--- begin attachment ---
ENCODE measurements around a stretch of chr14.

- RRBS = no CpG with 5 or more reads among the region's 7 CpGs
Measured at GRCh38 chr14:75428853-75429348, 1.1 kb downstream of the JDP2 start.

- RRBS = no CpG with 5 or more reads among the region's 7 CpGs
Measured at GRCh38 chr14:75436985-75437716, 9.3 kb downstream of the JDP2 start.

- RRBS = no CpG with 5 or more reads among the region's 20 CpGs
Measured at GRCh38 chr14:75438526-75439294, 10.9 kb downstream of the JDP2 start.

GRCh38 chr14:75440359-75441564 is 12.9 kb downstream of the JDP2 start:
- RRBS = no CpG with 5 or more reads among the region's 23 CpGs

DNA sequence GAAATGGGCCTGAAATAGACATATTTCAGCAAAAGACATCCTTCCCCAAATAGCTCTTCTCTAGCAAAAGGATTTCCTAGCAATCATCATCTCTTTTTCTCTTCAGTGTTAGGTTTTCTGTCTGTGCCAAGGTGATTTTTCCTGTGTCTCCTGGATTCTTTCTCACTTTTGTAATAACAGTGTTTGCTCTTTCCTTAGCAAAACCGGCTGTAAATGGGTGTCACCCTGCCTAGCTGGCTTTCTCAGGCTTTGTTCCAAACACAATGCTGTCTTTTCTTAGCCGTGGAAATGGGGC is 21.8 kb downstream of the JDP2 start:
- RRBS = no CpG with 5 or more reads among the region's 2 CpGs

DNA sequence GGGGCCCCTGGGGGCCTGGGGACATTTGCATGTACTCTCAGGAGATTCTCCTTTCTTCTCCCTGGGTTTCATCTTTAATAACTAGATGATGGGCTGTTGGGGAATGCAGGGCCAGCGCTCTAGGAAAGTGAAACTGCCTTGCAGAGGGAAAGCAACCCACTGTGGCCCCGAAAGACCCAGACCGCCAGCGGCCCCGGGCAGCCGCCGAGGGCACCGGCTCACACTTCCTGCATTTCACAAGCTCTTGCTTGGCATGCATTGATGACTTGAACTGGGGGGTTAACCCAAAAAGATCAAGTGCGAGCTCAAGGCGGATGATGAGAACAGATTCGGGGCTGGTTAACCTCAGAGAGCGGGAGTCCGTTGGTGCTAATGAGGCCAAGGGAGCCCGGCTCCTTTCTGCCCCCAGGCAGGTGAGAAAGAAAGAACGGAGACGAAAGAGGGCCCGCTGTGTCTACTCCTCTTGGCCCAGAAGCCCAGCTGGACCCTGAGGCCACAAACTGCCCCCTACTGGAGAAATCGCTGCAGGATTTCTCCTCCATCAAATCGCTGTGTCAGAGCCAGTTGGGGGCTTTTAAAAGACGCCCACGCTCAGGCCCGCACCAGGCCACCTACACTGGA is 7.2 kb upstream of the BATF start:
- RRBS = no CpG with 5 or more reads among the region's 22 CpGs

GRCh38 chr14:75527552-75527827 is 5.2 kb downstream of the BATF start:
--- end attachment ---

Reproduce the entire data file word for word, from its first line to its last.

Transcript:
ENCODE measurements around a stretch of chr14.

- RRBS = no CpG with 5 or more reads among the region's 7 CpGs
Measured at GRCh38 chr14:75428853-75429348, 1.1 kb downstream of the JDP2 start.

- RRBS = no CpG with 5 or more reads among the region's 7 CpGs
Measured at GRCh38 chr14:75436985-75437716, 9.3 kb downstream of the JDP2 start.

- RRBS = no CpG with 5 or more reads among the region's 20 CpGs
Measured at GRCh38 chr14:75438526-75439294, 10.9 kb downstream of the JDP2 start.

GRCh38 chr14:75440359-75441564 is 12.9 kb downstream of the JDP2 start:
- RRBS = no CpG with 5 or more reads among the region's 23 CpGs

DNA sequence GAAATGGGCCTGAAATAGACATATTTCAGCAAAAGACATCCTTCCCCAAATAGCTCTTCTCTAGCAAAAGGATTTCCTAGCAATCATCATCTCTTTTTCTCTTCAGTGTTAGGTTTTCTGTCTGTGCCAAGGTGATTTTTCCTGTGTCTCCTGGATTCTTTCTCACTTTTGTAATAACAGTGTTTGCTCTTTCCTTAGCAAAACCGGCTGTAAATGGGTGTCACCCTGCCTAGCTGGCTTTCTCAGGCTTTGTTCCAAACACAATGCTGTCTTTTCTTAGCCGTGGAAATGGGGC is 21.8 kb downstream of the JDP2 start:
- RRBS = no CpG with 5 or more reads among the region's 2 CpGs

DNA sequence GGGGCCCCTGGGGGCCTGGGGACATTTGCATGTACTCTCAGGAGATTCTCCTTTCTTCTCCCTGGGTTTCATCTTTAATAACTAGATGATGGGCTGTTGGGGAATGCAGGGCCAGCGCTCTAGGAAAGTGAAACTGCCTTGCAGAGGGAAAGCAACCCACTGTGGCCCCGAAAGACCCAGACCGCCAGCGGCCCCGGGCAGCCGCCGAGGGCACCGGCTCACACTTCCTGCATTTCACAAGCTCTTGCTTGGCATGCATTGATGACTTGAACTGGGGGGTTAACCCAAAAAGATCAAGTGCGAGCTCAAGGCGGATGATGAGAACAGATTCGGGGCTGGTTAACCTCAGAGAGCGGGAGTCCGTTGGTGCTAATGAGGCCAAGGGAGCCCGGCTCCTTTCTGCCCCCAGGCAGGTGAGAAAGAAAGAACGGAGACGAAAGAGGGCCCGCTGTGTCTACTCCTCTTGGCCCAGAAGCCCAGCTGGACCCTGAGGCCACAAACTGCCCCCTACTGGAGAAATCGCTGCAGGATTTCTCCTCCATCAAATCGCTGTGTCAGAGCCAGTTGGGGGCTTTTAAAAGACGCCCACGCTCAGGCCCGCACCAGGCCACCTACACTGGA is 7.2 kb upstream of the BATF start:
- RRBS = no CpG with 5 or more reads among the region's 22 CpGs

GRCh38 chr14:75527552-75527827 is 5.2 kb downstream of the BATF start: